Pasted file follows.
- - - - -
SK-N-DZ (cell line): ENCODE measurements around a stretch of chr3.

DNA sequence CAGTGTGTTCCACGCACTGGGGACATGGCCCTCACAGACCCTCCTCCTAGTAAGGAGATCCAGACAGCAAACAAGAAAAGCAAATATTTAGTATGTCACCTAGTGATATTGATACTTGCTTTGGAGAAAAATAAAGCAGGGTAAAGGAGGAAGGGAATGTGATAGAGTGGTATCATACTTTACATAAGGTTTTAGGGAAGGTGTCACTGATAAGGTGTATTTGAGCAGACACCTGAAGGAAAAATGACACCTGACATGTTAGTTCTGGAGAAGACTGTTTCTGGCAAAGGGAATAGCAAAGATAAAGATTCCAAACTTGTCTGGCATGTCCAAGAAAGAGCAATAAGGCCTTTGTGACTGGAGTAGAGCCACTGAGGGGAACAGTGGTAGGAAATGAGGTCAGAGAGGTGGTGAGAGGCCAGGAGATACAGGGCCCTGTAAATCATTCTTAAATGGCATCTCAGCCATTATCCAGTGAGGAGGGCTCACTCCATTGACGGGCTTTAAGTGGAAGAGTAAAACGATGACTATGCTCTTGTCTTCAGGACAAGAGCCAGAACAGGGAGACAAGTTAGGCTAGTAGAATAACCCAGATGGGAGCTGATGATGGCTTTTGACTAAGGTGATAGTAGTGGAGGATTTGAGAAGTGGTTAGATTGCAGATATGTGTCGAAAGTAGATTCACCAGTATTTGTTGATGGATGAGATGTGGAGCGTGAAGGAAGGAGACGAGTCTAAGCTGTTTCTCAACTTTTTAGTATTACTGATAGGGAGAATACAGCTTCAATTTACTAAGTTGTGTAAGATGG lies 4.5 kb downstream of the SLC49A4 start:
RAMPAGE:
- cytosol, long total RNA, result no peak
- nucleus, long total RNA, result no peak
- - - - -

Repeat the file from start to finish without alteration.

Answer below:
SK-N-DZ (cell line): ENCODE measurements around a stretch of chr3.

DNA sequence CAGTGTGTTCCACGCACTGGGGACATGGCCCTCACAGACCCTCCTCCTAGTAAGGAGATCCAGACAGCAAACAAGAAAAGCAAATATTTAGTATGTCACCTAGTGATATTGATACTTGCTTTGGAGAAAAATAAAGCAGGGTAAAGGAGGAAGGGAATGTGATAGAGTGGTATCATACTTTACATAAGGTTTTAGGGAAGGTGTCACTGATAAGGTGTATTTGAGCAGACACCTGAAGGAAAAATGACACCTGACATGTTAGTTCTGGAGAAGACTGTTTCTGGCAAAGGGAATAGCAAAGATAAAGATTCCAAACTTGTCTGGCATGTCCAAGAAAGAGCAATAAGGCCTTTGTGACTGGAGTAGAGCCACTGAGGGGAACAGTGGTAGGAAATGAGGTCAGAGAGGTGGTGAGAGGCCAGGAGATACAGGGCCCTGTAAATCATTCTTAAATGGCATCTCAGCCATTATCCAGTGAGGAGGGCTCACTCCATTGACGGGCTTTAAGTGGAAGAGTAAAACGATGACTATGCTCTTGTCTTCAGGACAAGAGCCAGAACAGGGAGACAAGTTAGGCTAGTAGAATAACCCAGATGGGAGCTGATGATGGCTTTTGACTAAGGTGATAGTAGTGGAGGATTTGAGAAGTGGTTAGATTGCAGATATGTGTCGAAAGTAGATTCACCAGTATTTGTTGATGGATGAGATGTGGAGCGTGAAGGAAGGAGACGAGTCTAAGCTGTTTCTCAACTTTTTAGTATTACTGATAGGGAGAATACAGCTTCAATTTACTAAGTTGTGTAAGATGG lies 4.5 kb downstream of the SLC49A4 start:
RAMPAGE:
- cytosol, long total RNA, result no peak
- nucleus, long total RNA, result no peak